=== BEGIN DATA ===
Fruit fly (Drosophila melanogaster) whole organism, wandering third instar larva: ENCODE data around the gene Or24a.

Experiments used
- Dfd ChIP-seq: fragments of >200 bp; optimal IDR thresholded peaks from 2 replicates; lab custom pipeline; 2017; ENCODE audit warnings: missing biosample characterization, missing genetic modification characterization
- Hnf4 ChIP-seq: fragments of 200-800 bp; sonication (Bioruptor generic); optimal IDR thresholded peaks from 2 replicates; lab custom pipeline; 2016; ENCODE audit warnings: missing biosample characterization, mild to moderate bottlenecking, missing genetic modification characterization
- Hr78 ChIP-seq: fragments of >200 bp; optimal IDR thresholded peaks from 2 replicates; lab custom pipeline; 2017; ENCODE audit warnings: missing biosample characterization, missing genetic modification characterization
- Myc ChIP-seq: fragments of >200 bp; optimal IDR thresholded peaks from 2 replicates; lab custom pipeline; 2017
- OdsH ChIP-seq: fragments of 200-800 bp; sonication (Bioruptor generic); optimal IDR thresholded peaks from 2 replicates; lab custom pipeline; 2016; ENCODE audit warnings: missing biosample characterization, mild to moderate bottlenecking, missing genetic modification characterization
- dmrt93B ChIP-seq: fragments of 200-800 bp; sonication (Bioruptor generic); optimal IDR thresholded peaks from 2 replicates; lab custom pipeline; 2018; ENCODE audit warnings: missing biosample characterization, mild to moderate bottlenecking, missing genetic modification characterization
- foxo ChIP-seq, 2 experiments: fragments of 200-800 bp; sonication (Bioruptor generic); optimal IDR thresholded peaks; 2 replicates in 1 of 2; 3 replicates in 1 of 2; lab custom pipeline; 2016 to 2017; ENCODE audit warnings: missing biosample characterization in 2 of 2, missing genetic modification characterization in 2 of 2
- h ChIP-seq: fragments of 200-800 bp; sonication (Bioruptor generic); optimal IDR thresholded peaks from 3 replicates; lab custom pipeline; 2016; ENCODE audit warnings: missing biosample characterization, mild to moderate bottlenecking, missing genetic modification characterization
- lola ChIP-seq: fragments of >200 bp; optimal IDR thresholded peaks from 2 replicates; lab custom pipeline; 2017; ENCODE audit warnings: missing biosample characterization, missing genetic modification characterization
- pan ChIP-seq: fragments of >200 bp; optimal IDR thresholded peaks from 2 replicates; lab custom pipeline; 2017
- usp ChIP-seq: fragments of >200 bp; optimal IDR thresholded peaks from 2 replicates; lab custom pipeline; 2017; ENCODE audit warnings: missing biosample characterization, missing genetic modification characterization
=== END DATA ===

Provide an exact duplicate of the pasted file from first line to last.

Fruit fly (Drosophila melanogaster) whole organism, wandering third instar larva: ENCODE data around the gene Or24a.

Experiments used
- Dfd ChIP-seq: fragments of >200 bp; optimal IDR thresholded peaks from 2 replicates; lab custom pipeline; 2017; ENCODE audit warnings: missing biosample characterization, missing genetic modification characterization
- Hnf4 ChIP-seq: fragments of 200-800 bp; sonication (Bioruptor generic); optimal IDR thresholded peaks from 2 replicates; lab custom pipeline; 2016; ENCODE audit warnings: missing biosample characterization, mild to moderate bottlenecking, missing genetic modification characterization
- Hr78 ChIP-seq: fragments of >200 bp; optimal IDR thresholded peaks from 2 replicates; lab custom pipeline; 2017; ENCODE audit warnings: missing biosample characterization, missing genetic modification characterization
- Myc ChIP-seq: fragments of >200 bp; optimal IDR thresholded peaks from 2 replicates; lab custom pipeline; 2017
- OdsH ChIP-seq: fragments of 200-800 bp; sonication (Bioruptor generic); optimal IDR thresholded peaks from 2 replicates; lab custom pipeline; 2016; ENCODE audit warnings: missing biosample characterization, mild to moderate bottlenecking, missing genetic modification characterization
- dmrt93B ChIP-seq: fragments of 200-800 bp; sonication (Bioruptor generic); optimal IDR thresholded peaks from 2 replicates; lab custom pipeline; 2018; ENCODE audit warnings: missing biosample characterization, mild to moderate bottlenecking, missing genetic modification characterization
- foxo ChIP-seq, 2 experiments: fragments of 200-800 bp; sonication (Bioruptor generic); optimal IDR thresholded peaks; 2 replicates in 1 of 2; 3 replicates in 1 of 2; lab custom pipeline; 2016 to 2017; ENCODE audit warnings: missing biosample characterization in 2 of 2, missing genetic modification characterization in 2 of 2
- h ChIP-seq: fragments of 200-800 bp; sonication (Bioruptor generic); optimal IDR thresholded peaks from 3 replicates; lab custom pipeline; 2016; ENCODE audit warnings: missing biosample characterization, mild to moderate bottlenecking, missing genetic modification characterization
- lola ChIP-seq: fragments of >200 bp; optimal IDR thresholded peaks from 2 replicates; lab custom pipeline; 2017; ENCODE audit warnings: missing biosample characterization, missing genetic modification characterization
- pan ChIP-seq: fragments of >200 bp; optimal IDR thresholded peaks from 2 replicates; lab custom pipeline; 2017
- usp ChIP-seq: fragments of >200 bp; optimal IDR thresholded peaks from 2 replicates; lab custom pipeline; 2017; ENCODE audit warnings: missing biosample characterization, missing genetic modification characterization